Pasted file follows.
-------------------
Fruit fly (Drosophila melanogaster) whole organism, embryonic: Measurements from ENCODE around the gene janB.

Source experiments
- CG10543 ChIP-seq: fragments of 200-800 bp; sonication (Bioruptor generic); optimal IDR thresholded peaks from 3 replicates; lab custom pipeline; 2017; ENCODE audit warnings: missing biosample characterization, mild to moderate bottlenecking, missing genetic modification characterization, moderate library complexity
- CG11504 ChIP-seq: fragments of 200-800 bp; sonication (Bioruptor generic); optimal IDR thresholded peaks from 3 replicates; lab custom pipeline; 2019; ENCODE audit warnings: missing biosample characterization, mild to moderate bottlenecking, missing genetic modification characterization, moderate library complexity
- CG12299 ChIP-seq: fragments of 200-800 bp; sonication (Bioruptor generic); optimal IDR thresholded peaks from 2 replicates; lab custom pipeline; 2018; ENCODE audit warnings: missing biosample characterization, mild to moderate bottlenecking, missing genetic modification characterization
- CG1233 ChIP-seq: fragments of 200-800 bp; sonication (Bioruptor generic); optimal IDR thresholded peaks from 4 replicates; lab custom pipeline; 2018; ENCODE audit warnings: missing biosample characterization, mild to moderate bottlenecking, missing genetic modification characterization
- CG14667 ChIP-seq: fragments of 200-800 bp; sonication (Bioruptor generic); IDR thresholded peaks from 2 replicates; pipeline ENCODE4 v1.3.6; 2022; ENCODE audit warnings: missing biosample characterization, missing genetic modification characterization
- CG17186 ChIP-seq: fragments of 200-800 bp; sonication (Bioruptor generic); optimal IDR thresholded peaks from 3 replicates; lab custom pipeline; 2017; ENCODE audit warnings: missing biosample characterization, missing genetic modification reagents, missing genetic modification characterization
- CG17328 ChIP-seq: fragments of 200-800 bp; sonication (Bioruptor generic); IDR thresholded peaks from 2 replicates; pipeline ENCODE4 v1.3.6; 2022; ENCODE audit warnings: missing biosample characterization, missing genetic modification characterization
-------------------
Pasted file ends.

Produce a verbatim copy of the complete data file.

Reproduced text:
Fruit fly (Drosophila melanogaster) whole organism, embryonic: Measurements from ENCODE around the gene janB.

Source experiments
- CG10543 ChIP-seq: fragments of 200-800 bp; sonication (Bioruptor generic); optimal IDR thresholded peaks from 3 replicates; lab custom pipeline; 2017; ENCODE audit warnings: missing biosample characterization, mild to moderate bottlenecking, missing genetic modification characterization, moderate library complexity
- CG11504 ChIP-seq: fragments of 200-800 bp; sonication (Bioruptor generic); optimal IDR thresholded peaks from 3 replicates; lab custom pipeline; 2019; ENCODE audit warnings: missing biosample characterization, mild to moderate bottlenecking, missing genetic modification characterization, moderate library complexity
- CG12299 ChIP-seq: fragments of 200-800 bp; sonication (Bioruptor generic); optimal IDR thresholded peaks from 2 replicates; lab custom pipeline; 2018; ENCODE audit warnings: missing biosample characterization, mild to moderate bottlenecking, missing genetic modification characterization
- CG1233 ChIP-seq: fragments of 200-800 bp; sonication (Bioruptor generic); optimal IDR thresholded peaks from 4 replicates; lab custom pipeline; 2018; ENCODE audit warnings: missing biosample characterization, mild to moderate bottlenecking, missing genetic modification characterization
- CG14667 ChIP-seq: fragments of 200-800 bp; sonication (Bioruptor generic); IDR thresholded peaks from 2 replicates; pipeline ENCODE4 v1.3.6; 2022; ENCODE audit warnings: missing biosample characterization, missing genetic modification characterization
- CG17186 ChIP-seq: fragments of 200-800 bp; sonication (Bioruptor generic); optimal IDR thresholded peaks from 3 replicates; lab custom pipeline; 2017; ENCODE audit warnings: missing biosample characterization, missing genetic modification reagents, missing genetic modification characterization
- CG17328 ChIP-seq: fragments of 200-800 bp; sonication (Bioruptor generic); IDR thresholded peaks from 2 replicates; pipeline ENCODE4 v1.3.6; 2022; ENCODE audit warnings: missing biosample characterization, missing genetic modification characterization